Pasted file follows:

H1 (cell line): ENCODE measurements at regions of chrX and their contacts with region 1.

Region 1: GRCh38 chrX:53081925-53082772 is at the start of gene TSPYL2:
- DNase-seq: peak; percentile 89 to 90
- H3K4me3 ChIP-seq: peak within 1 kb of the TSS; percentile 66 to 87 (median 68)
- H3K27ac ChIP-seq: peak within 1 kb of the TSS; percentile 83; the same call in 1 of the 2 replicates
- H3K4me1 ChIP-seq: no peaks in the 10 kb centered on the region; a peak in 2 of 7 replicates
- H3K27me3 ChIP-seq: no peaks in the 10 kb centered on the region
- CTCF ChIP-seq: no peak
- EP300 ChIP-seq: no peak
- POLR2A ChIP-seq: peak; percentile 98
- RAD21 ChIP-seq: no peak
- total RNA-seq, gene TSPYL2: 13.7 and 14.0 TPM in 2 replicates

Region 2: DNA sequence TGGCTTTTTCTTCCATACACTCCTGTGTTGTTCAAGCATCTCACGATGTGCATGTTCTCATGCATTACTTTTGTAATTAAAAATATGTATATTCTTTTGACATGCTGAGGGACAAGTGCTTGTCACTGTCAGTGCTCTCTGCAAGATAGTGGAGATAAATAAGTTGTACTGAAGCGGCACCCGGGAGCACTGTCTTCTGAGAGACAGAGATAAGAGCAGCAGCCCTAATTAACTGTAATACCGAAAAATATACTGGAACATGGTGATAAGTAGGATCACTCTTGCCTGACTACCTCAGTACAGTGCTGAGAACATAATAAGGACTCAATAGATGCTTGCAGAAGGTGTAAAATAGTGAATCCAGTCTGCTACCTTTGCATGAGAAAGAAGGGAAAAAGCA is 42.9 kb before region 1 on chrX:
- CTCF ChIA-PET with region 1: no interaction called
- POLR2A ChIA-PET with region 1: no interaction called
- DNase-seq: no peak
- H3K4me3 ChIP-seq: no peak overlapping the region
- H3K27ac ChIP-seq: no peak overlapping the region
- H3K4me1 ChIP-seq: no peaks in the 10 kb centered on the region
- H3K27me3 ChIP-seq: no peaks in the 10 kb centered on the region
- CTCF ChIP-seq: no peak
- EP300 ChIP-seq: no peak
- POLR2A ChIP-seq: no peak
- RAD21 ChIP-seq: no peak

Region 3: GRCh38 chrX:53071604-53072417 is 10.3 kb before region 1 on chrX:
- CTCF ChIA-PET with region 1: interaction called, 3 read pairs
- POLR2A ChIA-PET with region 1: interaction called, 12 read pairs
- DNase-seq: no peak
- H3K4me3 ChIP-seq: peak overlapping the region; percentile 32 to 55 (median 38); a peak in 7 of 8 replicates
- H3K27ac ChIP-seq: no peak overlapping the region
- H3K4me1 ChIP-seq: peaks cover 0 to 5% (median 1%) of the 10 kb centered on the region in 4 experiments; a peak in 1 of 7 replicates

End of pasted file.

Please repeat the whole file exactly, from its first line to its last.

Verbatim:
H1 (cell line): ENCODE measurements at regions of chrX and their contacts with region 1.

Region 1: GRCh38 chrX:53081925-53082772 is at the start of gene TSPYL2:
- DNase-seq: peak; percentile 89 to 90
- H3K4me3 ChIP-seq: peak within 1 kb of the TSS; percentile 66 to 87 (median 68)
- H3K27ac ChIP-seq: peak within 1 kb of the TSS; percentile 83; the same call in 1 of the 2 replicates
- H3K4me1 ChIP-seq: no peaks in the 10 kb centered on the region; a peak in 2 of 7 replicates
- H3K27me3 ChIP-seq: no peaks in the 10 kb centered on the region
- CTCF ChIP-seq: no peak
- EP300 ChIP-seq: no peak
- POLR2A ChIP-seq: peak; percentile 98
- RAD21 ChIP-seq: no peak
- total RNA-seq, gene TSPYL2: 13.7 and 14.0 TPM in 2 replicates

Region 2: DNA sequence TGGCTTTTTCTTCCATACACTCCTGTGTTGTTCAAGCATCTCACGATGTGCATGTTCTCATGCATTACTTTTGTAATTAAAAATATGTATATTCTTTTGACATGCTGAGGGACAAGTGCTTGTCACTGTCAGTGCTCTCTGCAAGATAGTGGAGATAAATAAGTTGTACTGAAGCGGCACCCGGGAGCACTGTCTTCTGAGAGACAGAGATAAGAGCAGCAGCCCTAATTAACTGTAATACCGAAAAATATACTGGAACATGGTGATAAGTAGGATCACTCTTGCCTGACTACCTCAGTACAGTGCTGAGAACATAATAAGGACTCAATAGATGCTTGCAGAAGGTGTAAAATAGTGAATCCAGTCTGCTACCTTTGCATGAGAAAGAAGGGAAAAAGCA is 42.9 kb before region 1 on chrX:
- CTCF ChIA-PET with region 1: no interaction called
- POLR2A ChIA-PET with region 1: no interaction called
- DNase-seq: no peak
- H3K4me3 ChIP-seq: no peak overlapping the region
- H3K27ac ChIP-seq: no peak overlapping the region
- H3K4me1 ChIP-seq: no peaks in the 10 kb centered on the region
- H3K27me3 ChIP-seq: no peaks in the 10 kb centered on the region
- CTCF ChIP-seq: no peak
- EP300 ChIP-seq: no peak
- POLR2A ChIP-seq: no peak
- RAD21 ChIP-seq: no peak

Region 3: GRCh38 chrX:53071604-53072417 is 10.3 kb before region 1 on chrX:
- CTCF ChIA-PET with region 1: interaction called, 3 read pairs
- POLR2A ChIA-PET with region 1: interaction called, 12 read pairs
- DNase-seq: no peak
- H3K4me3 ChIP-seq: peak overlapping the region; percentile 32 to 55 (median 38); a peak in 7 of 8 replicates
- H3K27ac ChIP-seq: no peak overlapping the region
- H3K4me1 ChIP-seq: peaks cover 0 to 5% (median 1%) of the 10 kb centered on the region in 4 experiments; a peak in 1 of 7 replicates